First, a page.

In the late-to-mid third century BC, a group of Jewish translators gathered together in Alexandria to begin a Greek translation of Old Testament books. Because of the tradition that there were around 70 translators assigned to the task, the work was given the name Septuagint (sometimes called LXX, after the Roman numeral). Much later on, in the early seventeenth century AD, a group of English translators would meet to begin the translation of the Authorized Version (AV), which would become known historically as the King James Version (KJV). Since their conceptions, both translations have experienced similar traditions and misconceptions regarding how they developed and what, exactly, they are. Sometimes they are used as a kind of supreme authority or standard, while other times they are worshiped almost like gods. I thought it would be worth going over some of the comparative problems that occur regarding these two translations.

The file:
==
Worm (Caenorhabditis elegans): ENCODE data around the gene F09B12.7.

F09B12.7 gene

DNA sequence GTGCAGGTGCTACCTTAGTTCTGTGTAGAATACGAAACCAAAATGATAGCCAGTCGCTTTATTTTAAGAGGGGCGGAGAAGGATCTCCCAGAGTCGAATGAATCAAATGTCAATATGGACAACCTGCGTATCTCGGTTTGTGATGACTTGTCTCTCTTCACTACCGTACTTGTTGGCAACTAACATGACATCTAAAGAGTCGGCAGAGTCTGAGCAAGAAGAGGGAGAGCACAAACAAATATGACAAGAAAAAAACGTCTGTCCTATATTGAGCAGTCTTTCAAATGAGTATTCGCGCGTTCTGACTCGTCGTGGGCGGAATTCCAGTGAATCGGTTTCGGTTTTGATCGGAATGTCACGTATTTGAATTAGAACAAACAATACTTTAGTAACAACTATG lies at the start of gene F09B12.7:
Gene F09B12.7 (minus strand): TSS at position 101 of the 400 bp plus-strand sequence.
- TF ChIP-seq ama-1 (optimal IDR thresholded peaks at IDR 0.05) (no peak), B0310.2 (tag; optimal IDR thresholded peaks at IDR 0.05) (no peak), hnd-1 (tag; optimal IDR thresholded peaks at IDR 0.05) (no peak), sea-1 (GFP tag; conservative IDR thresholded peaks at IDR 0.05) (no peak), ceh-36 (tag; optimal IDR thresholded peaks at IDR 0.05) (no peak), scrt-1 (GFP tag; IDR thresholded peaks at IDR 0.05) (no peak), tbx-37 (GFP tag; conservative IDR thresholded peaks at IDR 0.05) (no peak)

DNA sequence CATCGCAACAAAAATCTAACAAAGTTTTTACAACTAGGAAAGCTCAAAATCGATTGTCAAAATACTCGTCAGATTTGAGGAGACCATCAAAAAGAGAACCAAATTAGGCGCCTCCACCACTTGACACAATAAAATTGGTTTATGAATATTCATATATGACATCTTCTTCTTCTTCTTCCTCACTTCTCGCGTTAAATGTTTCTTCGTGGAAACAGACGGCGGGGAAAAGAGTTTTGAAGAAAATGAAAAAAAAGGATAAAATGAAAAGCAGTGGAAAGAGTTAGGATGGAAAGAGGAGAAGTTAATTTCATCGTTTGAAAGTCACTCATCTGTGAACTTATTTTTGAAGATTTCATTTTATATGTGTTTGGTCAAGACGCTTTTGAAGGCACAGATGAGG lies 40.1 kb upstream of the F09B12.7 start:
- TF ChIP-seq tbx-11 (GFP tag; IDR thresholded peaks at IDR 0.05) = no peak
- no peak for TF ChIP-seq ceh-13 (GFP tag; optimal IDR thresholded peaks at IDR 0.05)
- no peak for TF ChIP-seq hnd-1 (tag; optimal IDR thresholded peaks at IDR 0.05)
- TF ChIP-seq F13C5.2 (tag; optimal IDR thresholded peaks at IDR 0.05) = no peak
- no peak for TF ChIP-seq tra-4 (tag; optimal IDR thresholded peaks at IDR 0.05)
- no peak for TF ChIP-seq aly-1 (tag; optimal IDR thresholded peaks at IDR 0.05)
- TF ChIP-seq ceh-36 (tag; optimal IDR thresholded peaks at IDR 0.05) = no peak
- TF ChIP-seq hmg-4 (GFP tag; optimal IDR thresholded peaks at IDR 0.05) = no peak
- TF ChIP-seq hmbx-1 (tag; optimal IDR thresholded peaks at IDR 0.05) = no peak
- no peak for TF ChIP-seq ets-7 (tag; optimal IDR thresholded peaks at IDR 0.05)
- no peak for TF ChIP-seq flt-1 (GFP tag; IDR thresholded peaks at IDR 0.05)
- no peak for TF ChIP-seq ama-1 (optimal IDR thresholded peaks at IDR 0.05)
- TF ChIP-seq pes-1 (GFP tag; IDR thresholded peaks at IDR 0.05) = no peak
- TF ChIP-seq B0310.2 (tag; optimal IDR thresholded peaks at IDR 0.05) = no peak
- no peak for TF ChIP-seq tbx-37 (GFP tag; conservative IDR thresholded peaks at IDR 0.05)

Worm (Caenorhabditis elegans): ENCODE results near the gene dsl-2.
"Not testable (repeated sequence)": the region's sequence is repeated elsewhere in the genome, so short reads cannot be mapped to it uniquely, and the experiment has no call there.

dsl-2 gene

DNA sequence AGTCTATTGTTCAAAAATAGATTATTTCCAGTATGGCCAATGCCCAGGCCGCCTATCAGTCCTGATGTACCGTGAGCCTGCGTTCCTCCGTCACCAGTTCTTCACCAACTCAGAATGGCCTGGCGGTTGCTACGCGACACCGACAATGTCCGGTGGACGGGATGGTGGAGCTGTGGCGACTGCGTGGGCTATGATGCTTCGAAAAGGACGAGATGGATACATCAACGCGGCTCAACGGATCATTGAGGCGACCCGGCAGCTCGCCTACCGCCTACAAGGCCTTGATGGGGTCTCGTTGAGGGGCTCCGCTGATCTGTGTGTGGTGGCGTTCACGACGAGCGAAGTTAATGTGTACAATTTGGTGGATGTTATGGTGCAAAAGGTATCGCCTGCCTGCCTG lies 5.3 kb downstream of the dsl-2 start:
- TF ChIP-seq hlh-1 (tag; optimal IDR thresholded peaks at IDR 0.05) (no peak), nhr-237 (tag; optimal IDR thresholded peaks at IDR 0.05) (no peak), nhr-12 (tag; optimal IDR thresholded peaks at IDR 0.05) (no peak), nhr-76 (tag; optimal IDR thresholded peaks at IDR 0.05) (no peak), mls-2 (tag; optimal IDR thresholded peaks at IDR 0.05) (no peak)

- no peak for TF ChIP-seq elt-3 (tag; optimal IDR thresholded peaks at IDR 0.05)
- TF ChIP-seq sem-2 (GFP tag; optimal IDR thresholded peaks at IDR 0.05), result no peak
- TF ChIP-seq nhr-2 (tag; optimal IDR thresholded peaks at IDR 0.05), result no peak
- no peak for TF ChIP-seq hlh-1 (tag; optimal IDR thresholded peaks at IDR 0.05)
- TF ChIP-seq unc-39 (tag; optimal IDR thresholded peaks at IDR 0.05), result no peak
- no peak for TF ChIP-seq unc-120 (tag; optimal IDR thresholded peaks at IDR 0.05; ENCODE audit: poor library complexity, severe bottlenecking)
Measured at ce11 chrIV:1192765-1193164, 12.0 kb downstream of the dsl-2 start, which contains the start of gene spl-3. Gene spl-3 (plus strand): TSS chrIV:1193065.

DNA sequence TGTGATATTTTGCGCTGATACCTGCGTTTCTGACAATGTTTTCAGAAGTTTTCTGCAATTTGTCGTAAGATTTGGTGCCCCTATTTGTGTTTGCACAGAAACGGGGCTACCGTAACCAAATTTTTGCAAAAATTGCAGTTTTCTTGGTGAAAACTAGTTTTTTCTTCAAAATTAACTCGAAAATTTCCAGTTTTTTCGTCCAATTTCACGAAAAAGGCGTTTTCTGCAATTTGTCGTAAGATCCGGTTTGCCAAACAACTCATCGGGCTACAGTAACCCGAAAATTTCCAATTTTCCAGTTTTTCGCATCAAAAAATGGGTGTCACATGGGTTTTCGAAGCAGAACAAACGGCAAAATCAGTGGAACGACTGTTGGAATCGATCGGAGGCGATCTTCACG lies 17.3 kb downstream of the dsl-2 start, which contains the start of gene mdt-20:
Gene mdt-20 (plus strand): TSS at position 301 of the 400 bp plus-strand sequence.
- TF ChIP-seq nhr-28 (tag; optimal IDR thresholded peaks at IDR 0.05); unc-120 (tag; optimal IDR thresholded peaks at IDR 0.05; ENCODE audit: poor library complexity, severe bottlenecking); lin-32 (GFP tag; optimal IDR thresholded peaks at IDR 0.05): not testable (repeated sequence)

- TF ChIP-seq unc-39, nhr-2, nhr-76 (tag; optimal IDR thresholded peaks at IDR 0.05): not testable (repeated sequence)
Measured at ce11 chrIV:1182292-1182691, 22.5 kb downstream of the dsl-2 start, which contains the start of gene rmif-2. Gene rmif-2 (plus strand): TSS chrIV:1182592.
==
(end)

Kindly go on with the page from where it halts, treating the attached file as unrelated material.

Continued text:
It should be noted that this is examining the beliefs stemming from King James Onlyism and what one might call “Septuagint-Onlyism,” or at the very least the more extreme opinions of those who adhere to the Septuagint. This is not meant as an attack against those who personally like the KJV as a favored translation, nor against those who study the Septuagint or appreciate it as a historical document relevant to the study of scripture.
1) The translators were divinely inspired.
The most extreme of KJV-Onlyists believe that God Himself had a hand in the translation of the book, so much so that some have claimed “[so-called] mistakes in the A.V. 1611 are advanced revelation” (pg. 19; Ankerberg). By contrast, the original KJV translators saw themselves in a much more humble light. In an introduction to the first edition of the KJV, entitled The Translators to the Reader, the authors of the KJV said “a variety of translation is profitable for finding out the sense of the Scriptures,” meaning that reviewing other translations besides the KJV was helpful in determining the original wording of scripture. One of the guidelines given the translators, in fact, was that they were to review previous translations (including Tyndale’s and Geneva’s) when dealing with more difficult passages (pg. 71; White). The translators of the original AV certainly did not consider themselves higher or better than any translator who had come before them, nor any that would come after. They considered their translation one in a great line of English translations, and recognized as language developed that many more translations would be needed in the centuries to come.